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Assign ZIP Codes to Google Analytics Data. Attribute GA Data to Brick-and-Mortar Locations.

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    This post features information for the current Google Analytics platform configuration, Universal Analytics. Check out our recently-published Google Analytics 4 Guide to learn more about the latest version of Google Analytics.


    One of my favorite parts of running an SEO and Analytics agency is developing unique reports. Most of these reports come from real-life, client-based needs. In this case, the issue was assigning ZIP codes to Google Analytics data. The questions were: “Is it possible to assign ZIP codes to Google Analytics data?” and “Can you attribute GA data to brick-and-mortar locations?” A quick Google search returned a resounding answer of “no, it’s not possible”. Still, we recognized the potential value of this data. We understood that advertising campaigns often target ZIP codes based on demographics, and without this insight, marketers do not have a deep understanding of how campaigns are impacting their target audience. We knew that if we could change these answers to yes, the resulting report could provide a tremendous amount of decision support for marketing departments.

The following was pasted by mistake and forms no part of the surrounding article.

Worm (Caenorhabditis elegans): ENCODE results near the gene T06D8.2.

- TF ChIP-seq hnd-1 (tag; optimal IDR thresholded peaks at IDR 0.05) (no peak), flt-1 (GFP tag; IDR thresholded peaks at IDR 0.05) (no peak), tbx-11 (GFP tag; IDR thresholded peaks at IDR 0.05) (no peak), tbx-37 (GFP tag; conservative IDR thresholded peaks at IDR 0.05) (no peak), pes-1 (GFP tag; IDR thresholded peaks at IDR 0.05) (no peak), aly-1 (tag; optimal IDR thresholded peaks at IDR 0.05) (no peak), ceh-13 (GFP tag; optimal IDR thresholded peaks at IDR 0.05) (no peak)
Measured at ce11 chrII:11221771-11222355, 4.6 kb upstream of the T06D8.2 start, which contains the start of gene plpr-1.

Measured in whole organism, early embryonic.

It was a perfect challenge for FourFront. Our team includes software engineers, marketers, data analysts, a data scientist, a UI/UX specialist, and a communications expert that all work well together. Over the last few months, we pooled our skillsets, tools, and personalities to develop a report-building app called Geo Report Plus which is designed for clients who target specific geographic regions and need to assign ZIP codes to Google Analytics data. Furthermore, it provides proximity analytics for clients with multiple brick-and-mortar facilities who depend on digital campaigns to drive foot traffic to their locations. If you’d like to try it out, just click here to be part of our beta testing phase. And if you want to know how we did it, then just keep reading.


    google analytics location accuracy

    Since Google Analytics provides location data for each visitor record, our first task was to find out the accuracy of these geocoordinates. According to GA documentation, the location data is derived from the IP address of the hit. The documentation also states that IP-based locations are approximate, which is why associating the closest ZIP Code to the coordinates in the GA record is compliant with Google’s Personally Identifiable Information (PII) policy. What’s not compliant, incidentally, is reading the devices location and storing it in GA variables.